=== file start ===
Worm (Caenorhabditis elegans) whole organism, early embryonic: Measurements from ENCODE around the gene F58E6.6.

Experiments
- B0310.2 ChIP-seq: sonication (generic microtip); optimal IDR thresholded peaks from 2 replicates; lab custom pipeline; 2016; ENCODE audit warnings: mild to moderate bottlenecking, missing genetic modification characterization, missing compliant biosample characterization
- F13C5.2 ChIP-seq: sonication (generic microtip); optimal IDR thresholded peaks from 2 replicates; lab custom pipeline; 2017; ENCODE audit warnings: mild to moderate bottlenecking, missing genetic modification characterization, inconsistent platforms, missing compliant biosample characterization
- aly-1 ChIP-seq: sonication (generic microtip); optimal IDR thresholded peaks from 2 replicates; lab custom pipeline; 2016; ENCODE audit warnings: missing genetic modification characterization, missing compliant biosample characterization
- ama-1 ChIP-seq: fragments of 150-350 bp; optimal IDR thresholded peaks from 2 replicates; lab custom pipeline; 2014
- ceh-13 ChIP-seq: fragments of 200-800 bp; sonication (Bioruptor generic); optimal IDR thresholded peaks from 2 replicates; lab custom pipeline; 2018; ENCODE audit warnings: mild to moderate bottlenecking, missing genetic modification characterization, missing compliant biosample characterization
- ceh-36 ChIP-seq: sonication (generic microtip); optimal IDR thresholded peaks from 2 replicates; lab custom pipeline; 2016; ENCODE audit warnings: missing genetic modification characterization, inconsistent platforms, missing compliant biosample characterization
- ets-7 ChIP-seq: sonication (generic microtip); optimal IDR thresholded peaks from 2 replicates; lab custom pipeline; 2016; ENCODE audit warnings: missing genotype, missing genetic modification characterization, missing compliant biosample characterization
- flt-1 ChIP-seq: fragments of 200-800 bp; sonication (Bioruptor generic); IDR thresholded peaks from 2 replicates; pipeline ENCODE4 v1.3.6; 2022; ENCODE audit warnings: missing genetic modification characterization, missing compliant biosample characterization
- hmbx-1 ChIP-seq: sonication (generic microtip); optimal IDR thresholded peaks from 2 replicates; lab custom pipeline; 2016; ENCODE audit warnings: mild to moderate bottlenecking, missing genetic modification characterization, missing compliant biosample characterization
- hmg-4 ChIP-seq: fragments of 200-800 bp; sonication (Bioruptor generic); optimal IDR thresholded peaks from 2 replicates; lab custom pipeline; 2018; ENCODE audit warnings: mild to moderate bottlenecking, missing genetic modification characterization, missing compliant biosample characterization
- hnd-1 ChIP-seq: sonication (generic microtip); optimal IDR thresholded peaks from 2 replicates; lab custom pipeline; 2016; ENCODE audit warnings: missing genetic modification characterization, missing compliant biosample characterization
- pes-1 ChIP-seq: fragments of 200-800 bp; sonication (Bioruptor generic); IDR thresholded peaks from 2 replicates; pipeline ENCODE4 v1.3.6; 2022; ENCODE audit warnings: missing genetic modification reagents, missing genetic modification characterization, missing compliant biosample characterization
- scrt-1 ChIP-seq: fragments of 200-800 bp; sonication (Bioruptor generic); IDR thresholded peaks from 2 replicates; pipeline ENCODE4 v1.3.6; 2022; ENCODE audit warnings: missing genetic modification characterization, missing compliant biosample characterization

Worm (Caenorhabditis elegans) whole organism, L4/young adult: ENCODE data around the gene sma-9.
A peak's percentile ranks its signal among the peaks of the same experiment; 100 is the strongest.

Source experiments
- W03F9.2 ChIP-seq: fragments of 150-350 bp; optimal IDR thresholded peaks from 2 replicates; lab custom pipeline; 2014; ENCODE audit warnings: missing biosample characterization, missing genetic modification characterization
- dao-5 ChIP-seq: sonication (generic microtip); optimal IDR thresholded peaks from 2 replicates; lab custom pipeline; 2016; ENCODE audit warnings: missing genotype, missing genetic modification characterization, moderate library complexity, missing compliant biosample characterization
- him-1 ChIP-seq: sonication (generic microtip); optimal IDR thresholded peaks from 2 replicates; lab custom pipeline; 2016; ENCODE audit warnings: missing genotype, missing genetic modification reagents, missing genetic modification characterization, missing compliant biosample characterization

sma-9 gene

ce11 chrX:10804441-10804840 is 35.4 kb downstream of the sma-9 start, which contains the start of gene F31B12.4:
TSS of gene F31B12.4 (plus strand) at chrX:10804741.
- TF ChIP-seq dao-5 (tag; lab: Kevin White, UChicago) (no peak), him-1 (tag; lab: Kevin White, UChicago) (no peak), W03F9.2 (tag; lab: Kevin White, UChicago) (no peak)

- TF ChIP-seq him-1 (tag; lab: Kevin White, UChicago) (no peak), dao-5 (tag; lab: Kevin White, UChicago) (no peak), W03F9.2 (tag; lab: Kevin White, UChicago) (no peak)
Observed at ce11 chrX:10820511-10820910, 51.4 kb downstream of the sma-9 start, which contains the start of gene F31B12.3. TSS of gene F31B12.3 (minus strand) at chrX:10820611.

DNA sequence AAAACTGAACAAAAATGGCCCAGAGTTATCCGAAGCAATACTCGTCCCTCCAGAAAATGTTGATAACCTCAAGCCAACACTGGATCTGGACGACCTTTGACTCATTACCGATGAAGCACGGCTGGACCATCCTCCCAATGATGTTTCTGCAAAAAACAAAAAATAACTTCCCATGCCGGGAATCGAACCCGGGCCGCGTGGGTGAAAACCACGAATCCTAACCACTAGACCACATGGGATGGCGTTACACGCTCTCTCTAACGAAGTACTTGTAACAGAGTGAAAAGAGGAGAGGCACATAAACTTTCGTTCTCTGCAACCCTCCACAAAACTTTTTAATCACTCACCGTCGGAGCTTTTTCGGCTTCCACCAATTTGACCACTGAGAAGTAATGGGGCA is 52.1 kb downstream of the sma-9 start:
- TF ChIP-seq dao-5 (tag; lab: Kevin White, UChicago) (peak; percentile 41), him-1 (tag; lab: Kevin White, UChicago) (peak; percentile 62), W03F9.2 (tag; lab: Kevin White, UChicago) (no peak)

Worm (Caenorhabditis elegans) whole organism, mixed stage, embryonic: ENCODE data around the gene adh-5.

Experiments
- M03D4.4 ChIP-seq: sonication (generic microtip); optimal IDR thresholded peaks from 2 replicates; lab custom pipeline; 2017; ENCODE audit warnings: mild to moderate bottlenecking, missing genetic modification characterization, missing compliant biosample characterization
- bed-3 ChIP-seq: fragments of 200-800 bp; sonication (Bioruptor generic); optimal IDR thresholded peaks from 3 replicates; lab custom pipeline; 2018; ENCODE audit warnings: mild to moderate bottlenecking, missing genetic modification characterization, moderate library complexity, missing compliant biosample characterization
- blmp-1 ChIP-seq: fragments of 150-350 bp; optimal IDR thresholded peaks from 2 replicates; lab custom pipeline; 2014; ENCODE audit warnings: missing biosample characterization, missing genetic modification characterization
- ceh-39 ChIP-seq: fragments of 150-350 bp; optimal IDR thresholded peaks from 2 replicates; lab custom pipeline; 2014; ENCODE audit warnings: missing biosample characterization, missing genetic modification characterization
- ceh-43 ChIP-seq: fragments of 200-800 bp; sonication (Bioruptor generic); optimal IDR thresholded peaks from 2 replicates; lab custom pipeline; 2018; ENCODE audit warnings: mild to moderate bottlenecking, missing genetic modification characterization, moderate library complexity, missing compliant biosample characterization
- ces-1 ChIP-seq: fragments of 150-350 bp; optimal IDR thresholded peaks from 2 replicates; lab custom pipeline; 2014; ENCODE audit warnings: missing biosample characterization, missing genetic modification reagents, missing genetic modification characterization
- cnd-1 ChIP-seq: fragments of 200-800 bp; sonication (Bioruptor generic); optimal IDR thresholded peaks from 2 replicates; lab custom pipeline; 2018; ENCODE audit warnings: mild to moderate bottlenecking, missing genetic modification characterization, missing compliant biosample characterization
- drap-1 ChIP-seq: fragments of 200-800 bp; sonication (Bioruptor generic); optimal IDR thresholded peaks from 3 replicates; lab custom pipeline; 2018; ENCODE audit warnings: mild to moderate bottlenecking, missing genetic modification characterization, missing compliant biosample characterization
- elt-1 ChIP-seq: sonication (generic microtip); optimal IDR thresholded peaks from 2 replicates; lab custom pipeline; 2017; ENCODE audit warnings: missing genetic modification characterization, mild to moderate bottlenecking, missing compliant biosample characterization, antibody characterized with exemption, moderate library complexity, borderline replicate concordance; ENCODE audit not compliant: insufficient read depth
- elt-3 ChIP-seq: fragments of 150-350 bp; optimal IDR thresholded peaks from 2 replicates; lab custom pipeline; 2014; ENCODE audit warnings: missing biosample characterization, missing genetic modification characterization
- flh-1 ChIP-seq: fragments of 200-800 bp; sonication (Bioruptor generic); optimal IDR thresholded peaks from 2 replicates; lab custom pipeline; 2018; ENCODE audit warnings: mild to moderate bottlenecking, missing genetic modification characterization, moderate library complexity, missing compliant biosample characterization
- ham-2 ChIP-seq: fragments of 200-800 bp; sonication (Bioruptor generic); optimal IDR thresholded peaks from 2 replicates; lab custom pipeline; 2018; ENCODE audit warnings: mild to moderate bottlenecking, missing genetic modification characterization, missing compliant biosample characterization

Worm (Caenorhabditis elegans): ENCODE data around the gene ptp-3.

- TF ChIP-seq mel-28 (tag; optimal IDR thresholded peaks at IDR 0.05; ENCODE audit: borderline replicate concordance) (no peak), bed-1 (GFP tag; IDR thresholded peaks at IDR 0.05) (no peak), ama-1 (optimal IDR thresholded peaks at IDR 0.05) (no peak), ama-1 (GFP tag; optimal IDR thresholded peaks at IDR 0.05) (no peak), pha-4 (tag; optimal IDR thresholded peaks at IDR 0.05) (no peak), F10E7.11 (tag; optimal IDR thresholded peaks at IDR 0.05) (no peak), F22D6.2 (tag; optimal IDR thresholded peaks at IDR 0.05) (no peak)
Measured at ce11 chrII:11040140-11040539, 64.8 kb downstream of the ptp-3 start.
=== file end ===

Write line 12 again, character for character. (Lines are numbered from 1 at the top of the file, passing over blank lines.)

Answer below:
- hmg-4 ChIP-seq: fragments of 200-800 bp; sonication (Bioruptor generic); optimal IDR thresholded peaks from 2 replicates; lab custom pipeline; 2018; ENCODE audit warnings: mild to moderate bottlenecking, missing genetic modification characterization, missing compliant biosample characterization